Google ups its bug bounty: White hat hackers can now win up to $30,000 in rewards if they find flaws in the system
- Bounties for bugs in Google Chrome are fetching higher than ever values
- Google says it will doll out as much as $30,000 for ‘high quality reports’
- Other more serious vulnerabilities could fetch $150,000
- The company has dolled out $15 million across all of its bounty programs
So-called ‘white-hat’ hackers who uncover vulnerabilities in Google Chrome will now be eligible for bounties of $30,000 or more, up from a cap of $15,000.
According to a blog post from Google Security Blog, the company has decided to sweeten awards offered through its bug bounty program.
‘Chrome has always been built with security at its core, by a passionate worldwide community as part of the Chromium open source project,’ said Google in a statement.
‘We’re proud that community includes world class security researchers who help defend Chrome, and other Chromium based browsers.’
Google has decided to sweeten awards offered through its bug bounty program
WHAT ARE BUG BOUNTIES?
Bug bounty programs utilize the power of the hacker community to find unknown security vulnerabilities.
Varieties include private bug bounty programs, public bug bounty programs, time-bound bug bounty programs and vulnerability disclosure policies.
Hacker-powered security testing, is designed to identify high-value bugs faster with help from the ethical hacker community called ‘white-hat’ hackers.
What used to be a maximum award of $15,000 for a ‘high quality report’ is now $30,000 while baseline rewards are jumping from $5,000 to $15,000.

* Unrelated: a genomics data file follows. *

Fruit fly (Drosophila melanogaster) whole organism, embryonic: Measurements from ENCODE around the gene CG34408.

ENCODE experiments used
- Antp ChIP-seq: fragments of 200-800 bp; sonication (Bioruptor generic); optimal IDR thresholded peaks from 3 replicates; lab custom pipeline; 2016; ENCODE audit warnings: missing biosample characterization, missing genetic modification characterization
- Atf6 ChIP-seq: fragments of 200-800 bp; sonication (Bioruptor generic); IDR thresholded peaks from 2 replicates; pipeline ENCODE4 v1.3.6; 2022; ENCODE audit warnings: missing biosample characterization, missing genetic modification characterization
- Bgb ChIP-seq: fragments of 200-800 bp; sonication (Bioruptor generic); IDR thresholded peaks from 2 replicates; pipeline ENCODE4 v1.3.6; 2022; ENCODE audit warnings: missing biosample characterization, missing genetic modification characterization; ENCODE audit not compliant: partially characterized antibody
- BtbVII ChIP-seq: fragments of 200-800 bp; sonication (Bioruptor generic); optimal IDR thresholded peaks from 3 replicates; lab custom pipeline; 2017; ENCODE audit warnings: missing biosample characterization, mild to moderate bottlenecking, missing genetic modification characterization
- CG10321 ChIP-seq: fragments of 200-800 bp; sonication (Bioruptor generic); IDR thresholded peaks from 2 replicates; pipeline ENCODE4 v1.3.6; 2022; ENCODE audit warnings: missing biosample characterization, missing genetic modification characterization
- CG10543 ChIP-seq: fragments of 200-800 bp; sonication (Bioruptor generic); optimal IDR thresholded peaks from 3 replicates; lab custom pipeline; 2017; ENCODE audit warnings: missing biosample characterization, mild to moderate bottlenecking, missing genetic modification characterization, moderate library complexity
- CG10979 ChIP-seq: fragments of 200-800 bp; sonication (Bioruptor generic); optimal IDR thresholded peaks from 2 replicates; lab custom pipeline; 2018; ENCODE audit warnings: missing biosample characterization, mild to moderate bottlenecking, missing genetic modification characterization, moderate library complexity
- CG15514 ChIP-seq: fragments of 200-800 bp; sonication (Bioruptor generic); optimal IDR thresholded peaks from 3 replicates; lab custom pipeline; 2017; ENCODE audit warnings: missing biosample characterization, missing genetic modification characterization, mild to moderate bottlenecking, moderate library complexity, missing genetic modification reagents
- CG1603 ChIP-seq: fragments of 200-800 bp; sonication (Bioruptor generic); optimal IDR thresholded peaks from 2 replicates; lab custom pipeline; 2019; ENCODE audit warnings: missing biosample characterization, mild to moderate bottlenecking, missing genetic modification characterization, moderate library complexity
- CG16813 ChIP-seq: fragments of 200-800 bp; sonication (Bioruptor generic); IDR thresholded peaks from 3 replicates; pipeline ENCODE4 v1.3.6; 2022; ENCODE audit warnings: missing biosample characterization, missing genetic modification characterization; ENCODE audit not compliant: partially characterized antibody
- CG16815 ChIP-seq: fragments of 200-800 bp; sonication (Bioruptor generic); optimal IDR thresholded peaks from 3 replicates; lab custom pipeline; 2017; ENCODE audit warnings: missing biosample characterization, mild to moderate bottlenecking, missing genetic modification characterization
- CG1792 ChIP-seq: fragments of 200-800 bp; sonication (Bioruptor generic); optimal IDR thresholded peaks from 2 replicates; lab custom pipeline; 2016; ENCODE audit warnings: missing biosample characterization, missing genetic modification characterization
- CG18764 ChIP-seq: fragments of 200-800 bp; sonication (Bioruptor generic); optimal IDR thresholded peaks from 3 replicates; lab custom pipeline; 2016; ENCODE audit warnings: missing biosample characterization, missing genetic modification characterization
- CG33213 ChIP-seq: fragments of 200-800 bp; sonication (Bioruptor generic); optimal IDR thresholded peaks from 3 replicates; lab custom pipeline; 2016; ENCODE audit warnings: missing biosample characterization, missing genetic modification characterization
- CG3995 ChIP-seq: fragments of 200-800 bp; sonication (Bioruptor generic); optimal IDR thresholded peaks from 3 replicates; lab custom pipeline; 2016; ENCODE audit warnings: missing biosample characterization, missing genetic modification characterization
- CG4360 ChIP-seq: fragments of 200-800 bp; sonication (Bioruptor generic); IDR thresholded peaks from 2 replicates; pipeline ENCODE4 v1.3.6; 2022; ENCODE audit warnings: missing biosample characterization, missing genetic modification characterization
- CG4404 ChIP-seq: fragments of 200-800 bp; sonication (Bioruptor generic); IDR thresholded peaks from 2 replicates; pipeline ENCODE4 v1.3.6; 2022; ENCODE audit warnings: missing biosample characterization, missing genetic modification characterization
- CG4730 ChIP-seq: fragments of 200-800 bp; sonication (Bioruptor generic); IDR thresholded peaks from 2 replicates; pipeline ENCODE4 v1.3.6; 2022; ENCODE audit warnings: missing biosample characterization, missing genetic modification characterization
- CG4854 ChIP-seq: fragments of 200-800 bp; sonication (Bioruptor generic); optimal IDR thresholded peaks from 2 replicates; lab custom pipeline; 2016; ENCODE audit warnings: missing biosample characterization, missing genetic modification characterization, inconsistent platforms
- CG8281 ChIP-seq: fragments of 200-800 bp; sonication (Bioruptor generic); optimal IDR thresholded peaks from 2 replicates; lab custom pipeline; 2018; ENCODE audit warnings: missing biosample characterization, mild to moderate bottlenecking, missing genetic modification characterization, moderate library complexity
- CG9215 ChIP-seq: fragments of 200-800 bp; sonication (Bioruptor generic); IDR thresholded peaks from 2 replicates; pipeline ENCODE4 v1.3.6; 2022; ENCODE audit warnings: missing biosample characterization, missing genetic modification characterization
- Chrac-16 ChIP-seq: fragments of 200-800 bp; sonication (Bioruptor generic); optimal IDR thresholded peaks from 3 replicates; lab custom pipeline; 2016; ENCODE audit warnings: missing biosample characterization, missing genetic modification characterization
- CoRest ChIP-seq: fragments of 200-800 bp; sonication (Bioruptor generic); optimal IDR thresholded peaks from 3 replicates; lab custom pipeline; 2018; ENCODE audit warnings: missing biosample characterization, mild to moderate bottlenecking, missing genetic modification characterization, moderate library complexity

Helpfully, Google has also clarified what actually constitutes a ‘high quality report’ which include parameters like demonstrating root cause, demonstrating likelihood, and a suggested patch.
The proverbial holy grail of bug bounties, however, are what the company calls ‘chains that can compromise a Chromebook or Chromebox with persistence in guest mode’ which fetch $150,000 under the new guidelines.
Security bugs in firmware and on the lock screen were also added to the list of bugs that are eligible for a bounty.
In solidarity with Google Chrome’s bug bounty program, vulnerabilities identified at the Google Play store are also seeing a bump, increasing from $5,000 to $20,000 for remote execution bugs and $1,000 to $3,000 for protected components and insecure private data leaks.
Google’s bounty program for Chrome, originally introduced in 2010, has received 8,500 reports and has paid out more than $5 million according to the company.
Security bugs in firmware and on the lock screen were added to the list of bugs that are eligible for a bounty
Across all of its bounty programs Google said it has paid out $15 million as of last year.
Unlike many companies, Google does not force analysts reporting through its bug program to sign a non-disclosure agreement in order to receive a bounty, meaning those who uncover flaws are allowed to highlight them to the public.
Many tech companies with bounty programs will only provide a bounty if the bug is kept under tight wraps.
Recently, a flaw with video-conferencing app Zoom, which affected Mac users, was reported publicly after the company requested that a bounty hunter withhold from disclosing a vulnerability that potential spies enable others’ webcams without permission.